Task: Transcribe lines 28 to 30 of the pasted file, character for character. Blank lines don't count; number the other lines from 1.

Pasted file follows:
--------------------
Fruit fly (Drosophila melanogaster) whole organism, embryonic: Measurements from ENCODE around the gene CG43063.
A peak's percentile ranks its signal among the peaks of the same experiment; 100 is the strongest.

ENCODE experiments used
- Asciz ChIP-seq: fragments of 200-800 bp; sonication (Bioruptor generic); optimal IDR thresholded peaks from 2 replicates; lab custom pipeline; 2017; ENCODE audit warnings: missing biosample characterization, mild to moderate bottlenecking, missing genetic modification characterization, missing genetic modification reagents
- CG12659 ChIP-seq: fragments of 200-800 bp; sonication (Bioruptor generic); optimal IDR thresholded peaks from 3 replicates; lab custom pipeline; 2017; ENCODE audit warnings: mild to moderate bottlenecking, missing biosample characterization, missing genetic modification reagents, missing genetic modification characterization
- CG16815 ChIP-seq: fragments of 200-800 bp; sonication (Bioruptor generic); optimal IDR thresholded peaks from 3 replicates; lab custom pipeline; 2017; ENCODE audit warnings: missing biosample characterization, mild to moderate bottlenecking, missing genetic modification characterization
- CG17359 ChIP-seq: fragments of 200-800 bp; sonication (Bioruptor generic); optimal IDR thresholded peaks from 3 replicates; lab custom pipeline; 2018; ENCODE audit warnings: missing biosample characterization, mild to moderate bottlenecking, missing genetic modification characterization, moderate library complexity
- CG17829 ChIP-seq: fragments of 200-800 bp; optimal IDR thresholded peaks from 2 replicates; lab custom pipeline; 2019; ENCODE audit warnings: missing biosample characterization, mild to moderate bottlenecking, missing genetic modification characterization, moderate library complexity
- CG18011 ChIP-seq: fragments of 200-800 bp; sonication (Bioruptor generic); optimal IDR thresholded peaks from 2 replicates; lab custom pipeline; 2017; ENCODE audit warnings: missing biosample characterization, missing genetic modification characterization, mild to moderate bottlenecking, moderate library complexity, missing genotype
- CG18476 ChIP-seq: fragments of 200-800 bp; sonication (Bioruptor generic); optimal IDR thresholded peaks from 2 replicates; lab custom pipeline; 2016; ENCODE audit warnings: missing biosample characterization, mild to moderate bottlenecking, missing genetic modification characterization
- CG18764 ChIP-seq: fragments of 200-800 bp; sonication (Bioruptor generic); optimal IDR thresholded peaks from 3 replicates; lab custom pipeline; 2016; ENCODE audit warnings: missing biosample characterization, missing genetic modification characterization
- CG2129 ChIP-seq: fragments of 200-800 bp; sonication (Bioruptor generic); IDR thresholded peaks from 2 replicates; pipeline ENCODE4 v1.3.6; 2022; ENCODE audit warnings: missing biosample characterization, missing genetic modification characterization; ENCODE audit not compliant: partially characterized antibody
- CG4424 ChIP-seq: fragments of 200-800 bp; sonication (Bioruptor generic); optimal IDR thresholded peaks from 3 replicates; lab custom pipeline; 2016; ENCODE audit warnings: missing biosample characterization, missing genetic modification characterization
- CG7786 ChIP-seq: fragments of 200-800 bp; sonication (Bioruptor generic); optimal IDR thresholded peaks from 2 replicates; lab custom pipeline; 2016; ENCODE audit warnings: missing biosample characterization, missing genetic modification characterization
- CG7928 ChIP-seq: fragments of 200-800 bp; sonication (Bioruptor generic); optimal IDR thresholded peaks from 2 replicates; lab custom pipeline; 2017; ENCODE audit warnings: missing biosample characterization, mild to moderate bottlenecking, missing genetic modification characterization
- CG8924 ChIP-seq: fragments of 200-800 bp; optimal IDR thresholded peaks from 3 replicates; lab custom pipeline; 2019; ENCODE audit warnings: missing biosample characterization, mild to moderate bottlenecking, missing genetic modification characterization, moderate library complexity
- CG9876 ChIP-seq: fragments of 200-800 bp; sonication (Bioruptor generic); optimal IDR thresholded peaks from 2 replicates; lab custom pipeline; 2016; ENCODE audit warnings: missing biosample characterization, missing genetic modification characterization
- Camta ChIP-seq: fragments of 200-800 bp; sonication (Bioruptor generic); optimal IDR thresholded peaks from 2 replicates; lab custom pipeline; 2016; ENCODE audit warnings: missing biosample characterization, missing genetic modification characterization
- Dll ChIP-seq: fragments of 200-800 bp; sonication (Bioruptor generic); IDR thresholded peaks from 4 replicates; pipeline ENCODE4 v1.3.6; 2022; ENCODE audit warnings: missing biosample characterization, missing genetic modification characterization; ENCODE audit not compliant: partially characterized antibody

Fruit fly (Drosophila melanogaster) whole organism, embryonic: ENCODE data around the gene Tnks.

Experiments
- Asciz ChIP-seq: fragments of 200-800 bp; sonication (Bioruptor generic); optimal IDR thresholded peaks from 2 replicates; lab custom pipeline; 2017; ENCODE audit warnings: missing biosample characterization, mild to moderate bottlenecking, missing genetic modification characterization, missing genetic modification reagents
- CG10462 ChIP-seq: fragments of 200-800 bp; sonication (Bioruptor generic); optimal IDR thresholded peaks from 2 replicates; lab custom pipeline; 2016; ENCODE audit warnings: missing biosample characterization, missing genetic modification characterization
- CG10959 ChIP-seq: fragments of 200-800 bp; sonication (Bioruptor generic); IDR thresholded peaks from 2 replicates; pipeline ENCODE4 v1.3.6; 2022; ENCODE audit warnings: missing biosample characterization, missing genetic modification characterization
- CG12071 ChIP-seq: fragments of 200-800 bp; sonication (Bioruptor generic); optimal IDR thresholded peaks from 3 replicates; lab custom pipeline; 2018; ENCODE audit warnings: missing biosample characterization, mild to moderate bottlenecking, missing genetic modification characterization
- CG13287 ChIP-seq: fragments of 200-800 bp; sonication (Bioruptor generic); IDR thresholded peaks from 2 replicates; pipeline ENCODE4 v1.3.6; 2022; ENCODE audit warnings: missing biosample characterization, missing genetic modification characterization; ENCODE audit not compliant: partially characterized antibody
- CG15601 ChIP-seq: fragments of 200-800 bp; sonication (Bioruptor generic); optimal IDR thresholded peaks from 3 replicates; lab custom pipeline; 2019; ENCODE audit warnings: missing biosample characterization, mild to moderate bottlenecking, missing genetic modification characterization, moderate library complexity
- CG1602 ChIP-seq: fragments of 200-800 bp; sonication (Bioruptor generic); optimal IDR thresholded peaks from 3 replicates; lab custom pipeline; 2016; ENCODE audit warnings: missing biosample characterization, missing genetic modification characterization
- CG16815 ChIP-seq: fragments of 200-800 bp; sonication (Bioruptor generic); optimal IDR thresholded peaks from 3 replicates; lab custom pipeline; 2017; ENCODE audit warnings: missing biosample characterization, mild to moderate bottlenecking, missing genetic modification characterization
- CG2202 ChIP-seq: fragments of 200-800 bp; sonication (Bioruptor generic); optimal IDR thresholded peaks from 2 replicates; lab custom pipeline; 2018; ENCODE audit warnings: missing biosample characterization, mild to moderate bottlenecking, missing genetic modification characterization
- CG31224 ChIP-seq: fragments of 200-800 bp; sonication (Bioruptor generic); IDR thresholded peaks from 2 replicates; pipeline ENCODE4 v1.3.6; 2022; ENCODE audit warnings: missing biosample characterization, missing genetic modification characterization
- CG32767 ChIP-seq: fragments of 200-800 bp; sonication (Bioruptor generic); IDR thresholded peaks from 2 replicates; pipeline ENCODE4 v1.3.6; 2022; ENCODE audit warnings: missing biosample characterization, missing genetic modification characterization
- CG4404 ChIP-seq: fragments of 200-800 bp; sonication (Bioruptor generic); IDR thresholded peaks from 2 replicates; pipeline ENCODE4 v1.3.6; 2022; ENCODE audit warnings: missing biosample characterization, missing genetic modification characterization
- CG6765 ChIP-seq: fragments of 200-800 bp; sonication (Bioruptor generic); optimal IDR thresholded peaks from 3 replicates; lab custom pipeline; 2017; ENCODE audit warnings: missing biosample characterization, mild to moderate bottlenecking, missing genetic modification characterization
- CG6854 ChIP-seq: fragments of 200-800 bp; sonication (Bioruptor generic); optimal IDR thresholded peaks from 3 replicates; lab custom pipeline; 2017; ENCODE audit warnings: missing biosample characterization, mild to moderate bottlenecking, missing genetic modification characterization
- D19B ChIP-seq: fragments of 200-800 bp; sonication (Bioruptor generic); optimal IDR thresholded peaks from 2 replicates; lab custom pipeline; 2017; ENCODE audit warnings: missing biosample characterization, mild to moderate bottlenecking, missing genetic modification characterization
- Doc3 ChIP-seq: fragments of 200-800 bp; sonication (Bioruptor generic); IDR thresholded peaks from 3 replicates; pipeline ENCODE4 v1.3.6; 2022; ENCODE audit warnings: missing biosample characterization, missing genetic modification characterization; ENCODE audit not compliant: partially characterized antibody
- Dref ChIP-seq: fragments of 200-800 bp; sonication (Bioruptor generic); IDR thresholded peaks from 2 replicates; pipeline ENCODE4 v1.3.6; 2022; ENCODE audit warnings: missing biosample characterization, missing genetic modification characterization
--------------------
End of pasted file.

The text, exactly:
- CG1602 ChIP-seq: fragments of 200-800 bp; sonication (Bioruptor generic); optimal IDR thresholded peaks from 3 replicates; lab custom pipeline; 2016; ENCODE audit warnings: missing biosample characterization, missing genetic modification characterization
- CG16815 ChIP-seq: fragments of 200-800 bp; sonication (Bioruptor generic); optimal IDR thresholded peaks from 3 replicates; lab custom pipeline; 2017; ENCODE audit warnings: missing biosample characterization, mild to moderate bottlenecking, missing genetic modification characterization
- CG2202 ChIP-seq: fragments of 200-800 bp; sonication (Bioruptor generic); optimal IDR thresholded peaks from 2 replicates; lab custom pipeline; 2018; ENCODE audit warnings: missing biosample characterization, mild to moderate bottlenecking, missing genetic modification characterization